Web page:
Are Copepods Good for Freshwater Aquariums?

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Copepods are fast becoming a popular option for aquarium hobbyists all over the world. However, many who are first-timers keep asking – “Are copepods good for freshwater aquariums?”

Copepods are good for aquariums because they play a vital role in the aquatic food chain, as they form a vital link between microscopic algal cells to small fish and larger sea creatures like whales. Copepods purify the water. Copepods can eat diatoms and other phytoplankton. They are also eaten by bigger drifters, larva fishes, and filter feeders.

The answer to this is yes, copepods are good for freshwater aquariums. I’ll explain why during the course of this article, so keep reading!

What Is a Copepod?

For those who don’t know, copepods are tiny crustaceans that live in almost every freshwater and saltwater habitat around the globe.

“Cope” is a Greek word, and it means “Paddle”, while “Pod” means foot – Paddle-foot.

They have varying species, some are planktonic (they drift in seawaters), while some are benthic (live on the ocean floor). There are also continental species that live in limn terrestrial habitats, as well as other wet terrestrial environments. These include bogs, springs, ephemeral ponds, puddles, swamps, and damp moss.

Several species of copepods thrive underground in specific habitats such as freshwater/marine caves, stream beds, and sinkholes.

They have antennae and limbs which they use for movement in a similar fashion as paddles. Some species of copepods move in a scattered pattern, while others swim more smoothly.

Copepods do not grow large, the common length of adults is between 1 to 2 mm. However, adults of some species can be as tiny as 0.2 mm, and others could reach up to 10 mm.

Copepods play a vital role in the aquatic food chain, as they form a vital link between microscopic algal cells to small fish and larger sea creatures like whales.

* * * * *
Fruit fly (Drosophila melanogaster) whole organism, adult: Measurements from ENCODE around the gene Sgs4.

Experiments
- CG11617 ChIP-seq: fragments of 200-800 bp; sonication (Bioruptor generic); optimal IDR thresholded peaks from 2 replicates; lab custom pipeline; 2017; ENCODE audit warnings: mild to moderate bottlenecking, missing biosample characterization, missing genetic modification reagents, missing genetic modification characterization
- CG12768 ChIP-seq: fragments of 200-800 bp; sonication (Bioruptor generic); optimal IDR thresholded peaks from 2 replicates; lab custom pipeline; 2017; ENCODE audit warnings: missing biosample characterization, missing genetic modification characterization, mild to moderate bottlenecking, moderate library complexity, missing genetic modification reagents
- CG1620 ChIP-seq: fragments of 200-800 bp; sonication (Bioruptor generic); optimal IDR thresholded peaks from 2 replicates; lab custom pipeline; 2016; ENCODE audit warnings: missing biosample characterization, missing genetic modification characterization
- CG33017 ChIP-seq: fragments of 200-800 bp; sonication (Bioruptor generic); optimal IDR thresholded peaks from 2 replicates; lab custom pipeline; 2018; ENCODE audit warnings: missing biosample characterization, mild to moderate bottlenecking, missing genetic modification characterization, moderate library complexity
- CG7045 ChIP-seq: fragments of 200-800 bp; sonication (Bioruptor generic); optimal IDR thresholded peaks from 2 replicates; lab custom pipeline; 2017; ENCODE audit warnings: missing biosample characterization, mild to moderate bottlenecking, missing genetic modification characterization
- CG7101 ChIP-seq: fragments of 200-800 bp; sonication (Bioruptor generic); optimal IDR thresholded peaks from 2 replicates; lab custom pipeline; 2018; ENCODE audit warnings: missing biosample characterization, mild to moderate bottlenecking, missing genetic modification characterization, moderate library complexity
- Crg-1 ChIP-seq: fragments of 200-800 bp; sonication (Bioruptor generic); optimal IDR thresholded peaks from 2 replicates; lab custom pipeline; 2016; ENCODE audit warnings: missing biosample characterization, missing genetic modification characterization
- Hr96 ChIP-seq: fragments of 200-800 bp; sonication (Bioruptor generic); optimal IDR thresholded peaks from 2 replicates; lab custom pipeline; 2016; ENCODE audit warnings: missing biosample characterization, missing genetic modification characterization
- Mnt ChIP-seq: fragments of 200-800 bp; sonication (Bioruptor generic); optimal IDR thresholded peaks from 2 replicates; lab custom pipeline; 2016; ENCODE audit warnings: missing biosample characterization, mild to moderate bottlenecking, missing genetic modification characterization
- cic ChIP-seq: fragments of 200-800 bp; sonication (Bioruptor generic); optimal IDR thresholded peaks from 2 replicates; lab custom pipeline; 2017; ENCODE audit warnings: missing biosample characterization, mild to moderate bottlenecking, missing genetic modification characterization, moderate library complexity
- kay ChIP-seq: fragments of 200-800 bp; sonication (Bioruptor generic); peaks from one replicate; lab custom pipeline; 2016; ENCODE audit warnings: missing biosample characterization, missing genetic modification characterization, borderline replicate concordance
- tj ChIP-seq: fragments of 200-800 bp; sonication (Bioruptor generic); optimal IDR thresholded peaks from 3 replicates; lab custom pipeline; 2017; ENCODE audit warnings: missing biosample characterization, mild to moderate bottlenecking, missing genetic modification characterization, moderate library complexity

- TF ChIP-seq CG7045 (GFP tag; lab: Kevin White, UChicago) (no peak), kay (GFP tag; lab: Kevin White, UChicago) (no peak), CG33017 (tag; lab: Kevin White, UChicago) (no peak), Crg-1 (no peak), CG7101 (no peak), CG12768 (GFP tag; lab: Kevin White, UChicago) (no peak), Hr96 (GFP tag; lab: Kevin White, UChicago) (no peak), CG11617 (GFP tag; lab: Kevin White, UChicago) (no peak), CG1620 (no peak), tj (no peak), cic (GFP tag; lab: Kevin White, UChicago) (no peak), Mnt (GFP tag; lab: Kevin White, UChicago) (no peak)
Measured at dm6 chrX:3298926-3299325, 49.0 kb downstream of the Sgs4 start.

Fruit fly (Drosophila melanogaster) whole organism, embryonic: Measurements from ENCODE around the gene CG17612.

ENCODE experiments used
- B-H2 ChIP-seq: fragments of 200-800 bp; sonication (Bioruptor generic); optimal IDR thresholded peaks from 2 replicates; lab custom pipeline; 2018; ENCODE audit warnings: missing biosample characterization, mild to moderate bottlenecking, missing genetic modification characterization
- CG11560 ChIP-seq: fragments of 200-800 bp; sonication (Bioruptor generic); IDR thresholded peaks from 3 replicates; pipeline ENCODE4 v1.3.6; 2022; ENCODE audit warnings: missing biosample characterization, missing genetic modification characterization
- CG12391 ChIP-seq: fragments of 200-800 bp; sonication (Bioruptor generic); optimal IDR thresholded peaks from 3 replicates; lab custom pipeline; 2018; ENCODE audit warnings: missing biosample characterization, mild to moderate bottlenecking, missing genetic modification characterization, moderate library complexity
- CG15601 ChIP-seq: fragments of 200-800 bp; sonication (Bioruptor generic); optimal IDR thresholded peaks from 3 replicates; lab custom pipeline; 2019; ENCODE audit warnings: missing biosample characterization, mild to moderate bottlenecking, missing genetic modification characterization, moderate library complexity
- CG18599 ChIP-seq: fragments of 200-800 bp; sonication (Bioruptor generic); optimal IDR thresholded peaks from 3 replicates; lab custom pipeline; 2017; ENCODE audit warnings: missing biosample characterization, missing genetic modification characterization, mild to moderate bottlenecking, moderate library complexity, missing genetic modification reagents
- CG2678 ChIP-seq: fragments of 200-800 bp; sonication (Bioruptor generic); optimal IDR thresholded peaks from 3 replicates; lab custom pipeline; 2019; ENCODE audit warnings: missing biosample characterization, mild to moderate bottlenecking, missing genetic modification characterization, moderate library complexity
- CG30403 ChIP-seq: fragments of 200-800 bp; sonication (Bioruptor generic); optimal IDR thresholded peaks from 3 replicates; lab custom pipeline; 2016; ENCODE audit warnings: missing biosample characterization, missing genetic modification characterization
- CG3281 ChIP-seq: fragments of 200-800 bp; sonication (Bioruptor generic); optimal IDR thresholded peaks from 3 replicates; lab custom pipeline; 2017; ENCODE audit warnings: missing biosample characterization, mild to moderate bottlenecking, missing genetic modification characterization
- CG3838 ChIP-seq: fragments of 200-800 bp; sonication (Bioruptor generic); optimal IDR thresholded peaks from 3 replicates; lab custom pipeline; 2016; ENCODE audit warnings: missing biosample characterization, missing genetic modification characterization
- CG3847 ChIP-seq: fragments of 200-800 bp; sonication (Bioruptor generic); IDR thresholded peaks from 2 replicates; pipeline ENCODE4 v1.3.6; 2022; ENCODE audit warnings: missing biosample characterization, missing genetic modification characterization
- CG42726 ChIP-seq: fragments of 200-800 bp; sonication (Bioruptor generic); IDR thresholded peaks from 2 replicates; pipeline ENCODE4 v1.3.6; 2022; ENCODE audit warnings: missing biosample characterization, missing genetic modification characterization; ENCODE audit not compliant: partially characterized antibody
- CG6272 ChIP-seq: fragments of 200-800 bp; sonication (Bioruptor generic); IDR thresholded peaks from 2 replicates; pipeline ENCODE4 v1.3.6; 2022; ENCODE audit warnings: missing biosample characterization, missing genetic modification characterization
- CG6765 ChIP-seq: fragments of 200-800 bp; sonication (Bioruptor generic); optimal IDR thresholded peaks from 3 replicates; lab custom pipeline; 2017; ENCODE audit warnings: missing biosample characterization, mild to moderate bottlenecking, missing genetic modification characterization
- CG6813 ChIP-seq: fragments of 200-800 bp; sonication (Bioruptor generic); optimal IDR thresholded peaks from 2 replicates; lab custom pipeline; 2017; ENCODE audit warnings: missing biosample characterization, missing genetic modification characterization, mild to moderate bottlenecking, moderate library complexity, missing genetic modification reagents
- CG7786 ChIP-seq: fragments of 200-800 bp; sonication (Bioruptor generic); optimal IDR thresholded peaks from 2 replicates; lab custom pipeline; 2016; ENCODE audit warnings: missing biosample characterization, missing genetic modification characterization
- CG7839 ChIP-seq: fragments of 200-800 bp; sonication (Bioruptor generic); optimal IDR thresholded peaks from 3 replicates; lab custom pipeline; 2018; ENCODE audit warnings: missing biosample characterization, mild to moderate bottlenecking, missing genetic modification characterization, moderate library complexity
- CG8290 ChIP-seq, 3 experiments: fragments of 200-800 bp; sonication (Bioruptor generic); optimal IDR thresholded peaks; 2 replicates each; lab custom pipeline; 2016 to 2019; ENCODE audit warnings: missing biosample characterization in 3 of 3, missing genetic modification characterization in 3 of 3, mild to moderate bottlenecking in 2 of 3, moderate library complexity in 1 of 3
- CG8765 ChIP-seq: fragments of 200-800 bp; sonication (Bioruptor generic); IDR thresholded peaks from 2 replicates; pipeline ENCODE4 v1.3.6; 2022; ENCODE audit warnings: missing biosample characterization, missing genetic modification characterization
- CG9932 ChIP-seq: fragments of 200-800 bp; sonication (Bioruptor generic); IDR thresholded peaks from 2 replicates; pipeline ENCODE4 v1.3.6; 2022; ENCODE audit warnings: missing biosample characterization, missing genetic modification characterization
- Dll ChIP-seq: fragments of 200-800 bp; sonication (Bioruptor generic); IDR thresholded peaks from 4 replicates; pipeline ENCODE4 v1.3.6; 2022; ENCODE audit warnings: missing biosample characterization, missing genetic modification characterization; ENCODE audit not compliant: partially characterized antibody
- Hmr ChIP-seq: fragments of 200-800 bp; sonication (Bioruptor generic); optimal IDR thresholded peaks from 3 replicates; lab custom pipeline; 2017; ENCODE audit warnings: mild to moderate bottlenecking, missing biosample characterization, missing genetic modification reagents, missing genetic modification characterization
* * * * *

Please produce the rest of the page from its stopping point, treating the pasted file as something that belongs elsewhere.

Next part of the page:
The smallest copepods you can find look like specs of dust, and they live basically anywhere in the ocean. Their numbers are so large, it is practically impossible to count.

Copepods can eat diatoms and other phytoplankton. They are also eaten by bigger drifters, larva fishes, and filter feeders. It is believed that copepods are the most abundant single species of animal on Earth, as I have mentioned before, counting them is practically impossible.

How Much Food Do Copepods Consume?

One aquarium copepod can eat around 11,000 to 373,000 diatoms every 24 hours. This makes them very useful for controlling a diatom outbreak in the aquarium.

How Visible Are Copepods?

Aquarium copepods are small crustaceans, which makes them cousins of crayfish and water fleas. You can see them with your eyes if the water conditions are just right.

If the aquarium and the room are dark, and you shine a flashlight in it, you will see them attracted to the light, similar to the way moths are attracted to a porch light.

Many copepods live near the surface of the water, so you can see them better when they are in that position. The ones who love hanging out at the bottom will be less visible.

Their Physical Anatomy